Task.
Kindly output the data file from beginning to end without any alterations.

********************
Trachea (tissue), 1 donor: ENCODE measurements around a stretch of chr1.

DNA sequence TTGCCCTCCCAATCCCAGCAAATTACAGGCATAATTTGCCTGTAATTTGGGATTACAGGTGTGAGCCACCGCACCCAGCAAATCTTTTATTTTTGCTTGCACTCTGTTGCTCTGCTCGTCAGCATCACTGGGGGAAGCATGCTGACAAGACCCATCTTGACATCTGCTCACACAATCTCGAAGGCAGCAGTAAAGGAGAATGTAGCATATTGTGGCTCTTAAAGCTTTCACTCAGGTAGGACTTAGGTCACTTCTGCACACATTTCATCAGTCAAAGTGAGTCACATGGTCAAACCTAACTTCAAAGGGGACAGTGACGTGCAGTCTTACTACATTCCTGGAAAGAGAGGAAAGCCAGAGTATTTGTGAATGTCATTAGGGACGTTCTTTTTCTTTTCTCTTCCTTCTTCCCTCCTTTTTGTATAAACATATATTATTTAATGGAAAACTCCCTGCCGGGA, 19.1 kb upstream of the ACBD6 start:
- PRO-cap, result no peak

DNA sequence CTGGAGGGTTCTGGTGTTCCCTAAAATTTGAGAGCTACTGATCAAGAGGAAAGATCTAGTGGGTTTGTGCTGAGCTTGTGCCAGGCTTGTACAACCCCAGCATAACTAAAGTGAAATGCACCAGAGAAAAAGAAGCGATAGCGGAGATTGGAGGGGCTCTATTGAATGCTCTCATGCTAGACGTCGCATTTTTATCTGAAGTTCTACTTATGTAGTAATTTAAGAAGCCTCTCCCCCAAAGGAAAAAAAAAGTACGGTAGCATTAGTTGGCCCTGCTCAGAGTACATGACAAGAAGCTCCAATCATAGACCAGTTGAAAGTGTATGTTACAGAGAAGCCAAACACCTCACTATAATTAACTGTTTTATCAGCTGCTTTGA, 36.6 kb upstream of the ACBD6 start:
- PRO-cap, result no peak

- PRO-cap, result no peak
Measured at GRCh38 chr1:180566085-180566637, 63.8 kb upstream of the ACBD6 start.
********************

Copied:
Trachea (tissue), 1 donor: ENCODE measurements around a stretch of chr1.

DNA sequence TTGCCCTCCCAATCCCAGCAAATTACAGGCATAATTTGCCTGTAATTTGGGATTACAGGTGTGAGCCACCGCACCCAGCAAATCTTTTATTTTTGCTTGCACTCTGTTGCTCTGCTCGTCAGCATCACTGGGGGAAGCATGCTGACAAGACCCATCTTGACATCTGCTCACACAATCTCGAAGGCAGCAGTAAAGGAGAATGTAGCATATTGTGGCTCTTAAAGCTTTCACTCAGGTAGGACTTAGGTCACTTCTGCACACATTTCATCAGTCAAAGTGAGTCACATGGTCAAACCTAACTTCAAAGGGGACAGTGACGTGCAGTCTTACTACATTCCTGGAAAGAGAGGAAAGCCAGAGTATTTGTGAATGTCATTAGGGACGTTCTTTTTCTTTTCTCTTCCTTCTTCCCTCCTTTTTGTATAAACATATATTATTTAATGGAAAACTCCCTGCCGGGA, 19.1 kb upstream of the ACBD6 start:
- PRO-cap, result no peak

DNA sequence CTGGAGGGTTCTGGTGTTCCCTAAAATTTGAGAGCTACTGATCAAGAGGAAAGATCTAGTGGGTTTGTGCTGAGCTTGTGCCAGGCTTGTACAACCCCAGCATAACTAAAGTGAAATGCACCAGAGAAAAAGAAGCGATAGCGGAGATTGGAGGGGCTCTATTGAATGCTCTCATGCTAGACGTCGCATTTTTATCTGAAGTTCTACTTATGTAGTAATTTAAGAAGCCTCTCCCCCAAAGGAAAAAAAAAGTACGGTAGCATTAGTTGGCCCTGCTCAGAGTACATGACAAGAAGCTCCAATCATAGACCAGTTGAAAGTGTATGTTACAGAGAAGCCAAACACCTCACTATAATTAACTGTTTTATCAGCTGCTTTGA, 36.6 kb upstream of the ACBD6 start:
- PRO-cap, result no peak

- PRO-cap, result no peak
Measured at GRCh38 chr1:180566085-180566637, 63.8 kb upstream of the ACBD6 start.